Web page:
Edited by Ben Saul
Chapter 23: Extraordinary rendition, counter-terrorism and international law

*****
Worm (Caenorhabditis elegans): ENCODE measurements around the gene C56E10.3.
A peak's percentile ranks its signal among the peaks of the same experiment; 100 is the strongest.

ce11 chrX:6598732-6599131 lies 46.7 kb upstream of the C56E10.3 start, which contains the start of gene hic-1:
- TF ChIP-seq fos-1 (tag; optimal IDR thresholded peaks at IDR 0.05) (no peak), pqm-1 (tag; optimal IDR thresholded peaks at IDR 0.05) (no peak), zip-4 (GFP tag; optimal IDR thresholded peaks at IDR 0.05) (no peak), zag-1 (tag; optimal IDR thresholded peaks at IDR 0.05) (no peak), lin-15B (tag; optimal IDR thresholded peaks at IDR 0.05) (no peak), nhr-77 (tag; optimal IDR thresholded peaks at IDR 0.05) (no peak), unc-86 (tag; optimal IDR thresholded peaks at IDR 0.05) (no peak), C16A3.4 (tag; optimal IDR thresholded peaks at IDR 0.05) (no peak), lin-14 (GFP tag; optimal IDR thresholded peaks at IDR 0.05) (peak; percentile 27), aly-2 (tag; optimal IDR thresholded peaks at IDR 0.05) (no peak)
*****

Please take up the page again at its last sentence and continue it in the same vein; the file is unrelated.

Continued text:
Although instances of irregular transfer, secret detention and interrogation of terrorist suspects are by no means new, the so-called ‘extraordinary rendition programme’ carried out by the United States with the assistance of its allies in the years immediately following the terrorist attacks of 11 September 2001 was unprecedented in terms of its scale, the level of organization and the number of countries involved. The quest for political and legal accountability and for meaningful redress for victims has posed unprecedented challenges to human rights lawyers, domestic courts and international human rights bodies. The present chapter provides an overview of the CIA’s extraordinary rendition programme and discusses its legal implications from the perspective of international human rights law. It then examines the – generally unsuccessful – attempts by the victims of extraordinary rendition to obtain redress before national courts and litigation before international human rights courts and monitoring bodies, which has been comparatively more successful.
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